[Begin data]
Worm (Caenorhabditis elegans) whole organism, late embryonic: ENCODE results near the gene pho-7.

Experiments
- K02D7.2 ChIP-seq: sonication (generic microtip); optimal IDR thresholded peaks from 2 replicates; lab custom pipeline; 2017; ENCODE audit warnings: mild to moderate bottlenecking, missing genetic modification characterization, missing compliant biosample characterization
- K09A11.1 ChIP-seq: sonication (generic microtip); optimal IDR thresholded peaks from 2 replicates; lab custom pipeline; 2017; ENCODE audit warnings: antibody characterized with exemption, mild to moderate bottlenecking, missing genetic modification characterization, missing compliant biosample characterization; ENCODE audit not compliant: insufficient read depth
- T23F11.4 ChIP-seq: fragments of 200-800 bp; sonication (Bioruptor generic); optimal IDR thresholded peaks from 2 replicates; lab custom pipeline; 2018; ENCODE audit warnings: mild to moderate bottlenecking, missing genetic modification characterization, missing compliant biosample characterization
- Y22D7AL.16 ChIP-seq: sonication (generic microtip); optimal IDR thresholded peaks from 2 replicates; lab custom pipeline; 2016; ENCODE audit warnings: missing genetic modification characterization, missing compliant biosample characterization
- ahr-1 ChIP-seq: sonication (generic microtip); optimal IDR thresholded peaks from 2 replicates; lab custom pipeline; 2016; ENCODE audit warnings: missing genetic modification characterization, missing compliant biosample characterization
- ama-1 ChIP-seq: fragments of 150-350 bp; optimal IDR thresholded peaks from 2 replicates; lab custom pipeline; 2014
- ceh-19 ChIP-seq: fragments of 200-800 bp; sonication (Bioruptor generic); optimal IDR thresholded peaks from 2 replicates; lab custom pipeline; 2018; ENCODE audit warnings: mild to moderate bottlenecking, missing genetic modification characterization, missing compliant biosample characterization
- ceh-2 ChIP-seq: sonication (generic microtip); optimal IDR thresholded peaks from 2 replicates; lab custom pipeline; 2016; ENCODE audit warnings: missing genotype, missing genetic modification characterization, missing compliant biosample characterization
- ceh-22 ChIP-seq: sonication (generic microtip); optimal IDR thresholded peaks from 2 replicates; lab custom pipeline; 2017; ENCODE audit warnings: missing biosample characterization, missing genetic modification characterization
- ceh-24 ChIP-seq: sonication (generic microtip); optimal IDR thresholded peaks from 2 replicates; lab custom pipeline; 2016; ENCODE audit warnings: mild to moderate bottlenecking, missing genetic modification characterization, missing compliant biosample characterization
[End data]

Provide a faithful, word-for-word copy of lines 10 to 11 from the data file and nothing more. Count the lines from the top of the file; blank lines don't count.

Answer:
- ceh-2 ChIP-seq: sonication (generic microtip); optimal IDR thresholded peaks from 2 replicates; lab custom pipeline; 2016; ENCODE audit warnings: missing genotype, missing genetic modification characterization, missing compliant biosample characterization
- ceh-22 ChIP-seq: sonication (generic microtip); optimal IDR thresholded peaks from 2 replicates; lab custom pipeline; 2017; ENCODE audit warnings: missing biosample characterization, missing genetic modification characterization